I am so excited! Today I have YA paranormal romance/urban fantasy author of The Elemental Series, Brigid Kemmerer stopping by my blog today! She's here to discuss why she chose to write a book where of her characters is gay.
If you’re not familiar with The Elemental Series, let me start with a little background. The series follows a family of four orphaned brothers who control the elements of Earth, Air, Fire, and Water. Michael, the oldest at twenty-three, has been raising his younger brothers since his parents died five years ago. Nicholas and Gabriel are seventeen-year-old twins, and the youngest is sixteen-year-old Chris. I’ve written the series with a contemporary feel: while the guys have supernatural powers, their stories are more about dealing with adolescence in all its forms, not just paranormal complications.
Each book and short story follows a different brother and their individual struggles. Michael fell in love with the daughter of a family who was leading the crusade to put the Merricks to death. Chris fell in love with a girl who saved him from getting beaten by some bullies—making herself a target in the process. Gabriel was accused of arson while falling in love with a girl who has her own special relationship with fire.
Nick Merrick pretends to be in love with a girl named Quinn, all while hiding the fact that he’s actually falling for her dance partner, an older boy named Adam.
When I first started writing the series, I knew Nick was gay—but, honestly, I didn’t want him to be. I wasn’t sure how to write a gay character. I wasn’t sure I could pull it off. I didn’t want to be disrespectful, and I definitely didn’t want to write to stereotypes. So I faked it. I wrote Nick as a friendly, flirtatious boy who always knew the right thing to say to girls. And you know what? Nick always read very flat to me. I just couldn’t connect with his character that way. But I was writing a paranormal romance series full of alpha males! I couldn’t write a gay character into that mix, right? I didn’t think there was any way I could make it work.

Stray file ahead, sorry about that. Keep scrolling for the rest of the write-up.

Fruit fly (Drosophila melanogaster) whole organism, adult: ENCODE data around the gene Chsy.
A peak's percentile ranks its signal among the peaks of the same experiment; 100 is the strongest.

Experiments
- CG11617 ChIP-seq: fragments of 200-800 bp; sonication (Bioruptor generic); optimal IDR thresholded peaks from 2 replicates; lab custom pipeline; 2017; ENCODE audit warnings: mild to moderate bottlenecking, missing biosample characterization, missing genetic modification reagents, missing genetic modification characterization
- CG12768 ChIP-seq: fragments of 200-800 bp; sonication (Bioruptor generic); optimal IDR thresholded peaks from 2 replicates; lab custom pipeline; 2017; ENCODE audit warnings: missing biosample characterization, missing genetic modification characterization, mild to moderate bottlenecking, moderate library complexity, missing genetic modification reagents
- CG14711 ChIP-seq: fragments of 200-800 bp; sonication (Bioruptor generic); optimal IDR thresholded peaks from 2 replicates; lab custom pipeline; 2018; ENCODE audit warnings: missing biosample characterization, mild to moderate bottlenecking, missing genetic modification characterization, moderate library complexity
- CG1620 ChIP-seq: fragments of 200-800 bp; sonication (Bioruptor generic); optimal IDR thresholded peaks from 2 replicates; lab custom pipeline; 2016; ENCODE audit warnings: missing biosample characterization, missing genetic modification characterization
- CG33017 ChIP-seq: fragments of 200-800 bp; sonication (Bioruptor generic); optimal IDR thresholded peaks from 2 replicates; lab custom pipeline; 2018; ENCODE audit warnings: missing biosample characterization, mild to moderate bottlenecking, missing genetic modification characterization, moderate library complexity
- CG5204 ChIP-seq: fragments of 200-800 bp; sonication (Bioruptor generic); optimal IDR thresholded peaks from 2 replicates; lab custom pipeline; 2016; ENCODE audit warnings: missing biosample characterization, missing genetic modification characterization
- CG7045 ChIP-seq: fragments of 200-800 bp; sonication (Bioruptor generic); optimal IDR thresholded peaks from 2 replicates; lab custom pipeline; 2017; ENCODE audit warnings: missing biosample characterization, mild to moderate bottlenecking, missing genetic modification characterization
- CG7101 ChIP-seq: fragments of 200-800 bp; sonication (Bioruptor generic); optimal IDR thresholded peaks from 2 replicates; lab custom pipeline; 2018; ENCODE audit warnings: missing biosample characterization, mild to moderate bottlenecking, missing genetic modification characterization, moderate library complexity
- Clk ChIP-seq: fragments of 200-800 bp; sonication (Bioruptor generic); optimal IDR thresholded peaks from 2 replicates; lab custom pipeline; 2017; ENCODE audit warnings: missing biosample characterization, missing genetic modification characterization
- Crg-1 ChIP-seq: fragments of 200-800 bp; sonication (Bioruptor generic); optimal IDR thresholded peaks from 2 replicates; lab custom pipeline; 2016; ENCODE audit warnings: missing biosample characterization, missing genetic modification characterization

Around the time Spark came out, a friend (who is gay) asked me to make one of the characters gay. I admitted my thoughts about Nick, and explained my reservations. He kept asking me to give it a try. So I thought about it. I discussed writing a gay
character with my husband, who, for the first time in my writing career, didn’t want me to write something. He was worried I would damage my career and lose readers. He was worried about backlash.
But the more we talked about it, the more I wanted to try it. I was contracted for a third novella, so I decided to sit down and put a guy in front of Nick Merrick, just to see what he’d do. That guy was Adam. That novella was Breathless.
The instant Adam appeared, I knew I was going in the right direction. And Nick Merrick sure wasn’t complaining. I didn’t want to write to stereotypes, so I read as much GLBTQ YA fiction as I could get my hands on. (Most notably Don’t Let Me Go by J. H. Trumble, Kamikaze Boys by Jay Bell, Hushed by Kelley York, and Will Grayson, Will Grayson by John Green and David Levithan.) I talked to as many gay men and young adults as I could, listening to their personal stories of adolescence. One man said something that really sat with me: “I didn’t grow up in a Glee-inspired musical, and no one else I know did either.”
The more I thought about it, the more I realized that all I really needed to do was get out of my character’s way. Nick had told me he was gay from the first day, I just refused to listen to him. (It’s funny to me now to get emails from people saying, I KNEW IT!!) I worried it would be a challenge for me to write a boy feeling an attraction to another boy, but really, that was the easiest part. I’m a straight woman, I can understand feeling an attraction to a man. It was more challenging to figure out how Nick would feel about keeping such a secret from his brothers.
But when I dug down deep, I discovered that writing about a gay teenager was no different from writing about a straight teenager, really. Feelings of insecurity, inadequacy, and isolation are common emotions. So are love, affection, and the need to belong. Nick’s struggles are unique to his character, just as anyone’s personal journey is unique to them as a person. But powerful emotions belong to everyone.
I mean, aren’t we all human, when you get right down to it?
Brigid Kemmerer is the author of Storm, Spark, and Spirit, the first three books of The Elemental Series, available now wherever books are sold. Nick Merrick’s novella, Breathless, is available now, and his full length novel, Secret, will be released in January 2014. Visit Brigid at her website, or follow her on Twitter at @brigidkemmerer.
Thank you, Brigid, for such an amazing guest post! Be sure to check out her novels (which are awesome!), and my review of Breathless.